The Good News Food and Health Research Team
a few brothers and sisters discussing how to feel better . . .
This material is linked from The Sherman Weather Report,
as further support for the claim that our nutritional establishment has
it backwards about carbs and fats, and about saturated and
For a detailed explanation of how metabolism is affected by too much
sugar, in particular the fructose part of it, see: http://www.indiana.edu/~oso/Fructose/Fructose.html
I had an epiphany about food and weight a few months ago, not my own
idea, but glimpsed as I came out of the fog of previous
assumptions. It is now well confirmed by further reading.
In 25 words or less, WE GET FAT BECAUSE WE TAKE IN CALORIES OF THE
WRONG KIND, AND THEY CAUSE OUR METABOLISM TO STORE FAT RATHER THAN BURN
IT. Genetics determines that some of us fall to this and others
do not, but in our food culture almost everyone disposed this way will
be overweight with blood sugar problems.
Our guilty food culture is full of sugar and starch, the “white stuff,”
the simple or “refined” carbohydrates. In a nutshell—no, in a
candy wrapper: these flood the blood with glucose; insulin comes to the
rescue, pulling glucose into fat cells and inhibiting the burning of
these fats as fuel; the eaters are not satiated and lack energy; they
eat more and exercise less, to the same unfortunate effect. Add
to this that all the fructose (half of table sugar and high fructose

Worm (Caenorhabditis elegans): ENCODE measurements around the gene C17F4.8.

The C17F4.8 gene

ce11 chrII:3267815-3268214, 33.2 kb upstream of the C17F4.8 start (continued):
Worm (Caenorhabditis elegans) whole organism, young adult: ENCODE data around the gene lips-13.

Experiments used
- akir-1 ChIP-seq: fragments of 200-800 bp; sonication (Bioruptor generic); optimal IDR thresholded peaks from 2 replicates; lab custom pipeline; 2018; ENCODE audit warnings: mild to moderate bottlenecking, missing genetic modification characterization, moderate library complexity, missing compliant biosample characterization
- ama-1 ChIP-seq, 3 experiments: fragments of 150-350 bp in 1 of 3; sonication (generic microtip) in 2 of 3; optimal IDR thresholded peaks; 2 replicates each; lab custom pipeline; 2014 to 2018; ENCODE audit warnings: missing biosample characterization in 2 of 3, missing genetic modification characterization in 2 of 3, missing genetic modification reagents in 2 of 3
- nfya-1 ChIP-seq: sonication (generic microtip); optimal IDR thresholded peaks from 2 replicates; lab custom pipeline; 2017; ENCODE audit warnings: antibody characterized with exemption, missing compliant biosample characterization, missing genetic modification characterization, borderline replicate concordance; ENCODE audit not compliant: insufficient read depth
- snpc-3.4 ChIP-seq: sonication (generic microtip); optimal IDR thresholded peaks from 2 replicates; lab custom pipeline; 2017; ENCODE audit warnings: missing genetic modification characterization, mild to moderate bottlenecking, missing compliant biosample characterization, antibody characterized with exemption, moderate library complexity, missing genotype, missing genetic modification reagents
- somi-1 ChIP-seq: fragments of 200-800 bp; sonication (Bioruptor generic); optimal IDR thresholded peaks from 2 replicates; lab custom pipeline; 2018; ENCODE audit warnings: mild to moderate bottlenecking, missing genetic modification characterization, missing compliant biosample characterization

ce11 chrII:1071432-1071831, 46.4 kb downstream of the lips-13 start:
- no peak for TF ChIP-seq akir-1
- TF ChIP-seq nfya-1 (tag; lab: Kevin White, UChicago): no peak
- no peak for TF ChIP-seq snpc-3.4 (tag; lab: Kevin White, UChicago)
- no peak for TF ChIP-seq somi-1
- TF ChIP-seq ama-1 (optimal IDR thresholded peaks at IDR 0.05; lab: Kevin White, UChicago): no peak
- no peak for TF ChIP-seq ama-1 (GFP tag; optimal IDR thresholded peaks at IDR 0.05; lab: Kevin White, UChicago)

corn syrup) overwhelms the liver, leading to fatty liver disease and
more undesirables in the blood. Over time, the recurring high
level of insulin produces insulin resistance, and eventually the
pancreas cannot produce enough, so you have type 2 diabetes.
The best source I know on this is Why We Get Fat, by Gary Taubes, who
also wrote the larger book, Good Calories, Bad Calories. David
Perlmutter’s The Grain Brain adds to these problems that wheat is now
so laden with gluten that it is bad for us, including long-term
neurological effects. These two authors alone make it plain that
we could cut our medical costs in half if we ate more wisely.
Taubes explains that the Calories-In/Calories-Out theory is a
true but tells us nothing about what to do. It is a biological
truism: Yes, if you gain weight you are taking in more than you are
expending, but Why? He says we eat too much because we are
getting fat, rather than getting fat because we eat too much. You
can force yourself to not eat and/or exercise, causing some weight
loss, but you probably cannot keep it up, because you are both hungry
and weak. You could even be sacrificing muscle (thus losing
weight), while retaining fat. The real question is, what are the
hormones causing your body to do with its nutrients? If you are
young and growing, you will take in more than you put out, because the
growth hormone determines that the calories go to new body mass (and
you may be both tired and hungry). But in overweight people the
hormone that regulates blood sugar is doing this in a perverse way,
storing fat, leaving us hungry and weak, effectively forcing us to take
in more than we put out. This is because simple carbohydrates are
flooding our bloodstreams with glucose and making the insulin work
Taubes gives many convincing examples. A Native American tribe in
Arizona was trim and active until economic changes got them eating U.S.
government rations, with lots of sugar and flour. In about a
generation they became fat and sedentary. Taubes says we
like to blame obesity on sloth and gluttony, but saying they SHOULD eat